February 18, 2020

454 words 3 mins read

Predicting the quality of life from satellite imagery

Predicting the quality of life from satellite imagery

In many countries, policy decisions are disconnected from data, and very few avenues exist to understand deeper demographic and socioeconomic insights. Ganes Kesari and Soumya Ranjan explain how satellite imagery can be a powerful aid when viewed through the lens of deep learning. When combined with conventional data, it can help answer important questions and show inconsistencies in survey data.

Talk Title Predicting the quality of life from satellite imagery
Speakers Ganes Kesari (Gramener), Soumya Ranjan (Gramener)
Conference O’Reilly Artificial Intelligence Conference
Conf Tag Put AI to Work
Location London, United Kingdom
Date October 15-17, 2019
URL Talk Page
Slides Talk Slides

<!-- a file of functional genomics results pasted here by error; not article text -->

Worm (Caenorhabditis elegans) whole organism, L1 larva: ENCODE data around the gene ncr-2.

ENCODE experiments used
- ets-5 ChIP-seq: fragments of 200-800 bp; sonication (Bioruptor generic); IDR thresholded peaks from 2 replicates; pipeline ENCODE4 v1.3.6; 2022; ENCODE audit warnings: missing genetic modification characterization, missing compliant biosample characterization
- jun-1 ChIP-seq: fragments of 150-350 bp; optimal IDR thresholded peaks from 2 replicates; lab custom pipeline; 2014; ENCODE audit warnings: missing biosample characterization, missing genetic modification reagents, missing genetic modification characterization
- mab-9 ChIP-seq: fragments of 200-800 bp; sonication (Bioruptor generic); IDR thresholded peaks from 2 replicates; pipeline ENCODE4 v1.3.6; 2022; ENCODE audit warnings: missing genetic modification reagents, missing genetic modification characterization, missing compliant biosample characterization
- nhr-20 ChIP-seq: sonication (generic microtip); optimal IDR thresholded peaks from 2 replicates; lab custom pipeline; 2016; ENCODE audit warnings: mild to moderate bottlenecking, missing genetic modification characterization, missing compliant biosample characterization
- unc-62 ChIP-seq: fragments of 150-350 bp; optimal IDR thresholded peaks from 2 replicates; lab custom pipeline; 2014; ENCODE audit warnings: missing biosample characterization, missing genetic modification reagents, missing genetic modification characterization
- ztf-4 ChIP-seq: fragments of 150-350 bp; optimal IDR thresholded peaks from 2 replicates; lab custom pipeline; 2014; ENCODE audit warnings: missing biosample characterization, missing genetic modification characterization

In large developing countries like India, it’s tough to base policy decisions on data. Of a population of 1.3 billion, 70% reside in rural areas with minimal digital trails. Large governmental initiatives such as the national census are collected once every 10 years. Despite the best of intentions, they aren’t comprehensive and quickly get out of sync with reality. Ganes Kesari and Soumya Ranjan explore how satellite imagery offers an alternate ground truth that’s accurate at high resolution, available across periods as a time series, easily accessible, and is relatively inexpensive. While this is a rich source of visual information, the challenge has been in processing images and generating useful insights. The advances in deep learning have helped solve this last hurdle, placing enormous power in people’s hands and paving the way for socioeconomic data analytics. This information helps answer basic questions about India’s patterns by applying deep learning on satellite imagery, enriched with census data, and using advanced analytics approaches. It can show the extent and pace of urbanization over time, provide a comparison of census-based indicators of poverty and visual indicators of development from aerial imagery, and identify anomalies observed in census-measured factors such as literacy, employment, and healthcare when viewed from the lens of satellite imagery. Ganes and Soumya explain the inspiration of their work, Stefano Ermon et al, who used night light as a proxy to detect poverty in Africa. Deep learning requires a lot of labeled data; in this case, they used transfer learning to get over the initial hurdle. Planet.com releases some open data, and they used SpaceNet data for training the model’s weights, which was then adapted to the specific satellite imagery of villages and cities in India. Three networks were trained to do three different tasks, extract building footprints, extract land use and road patterns, and extract night lighting patterns. The output of these three networks was structured and combined with the district-level census data to be used as an input for the socioeconomic analytics. Statistical techniques and machine learning algorithms were shed light on demographic insights that can drive potential policy decisions.

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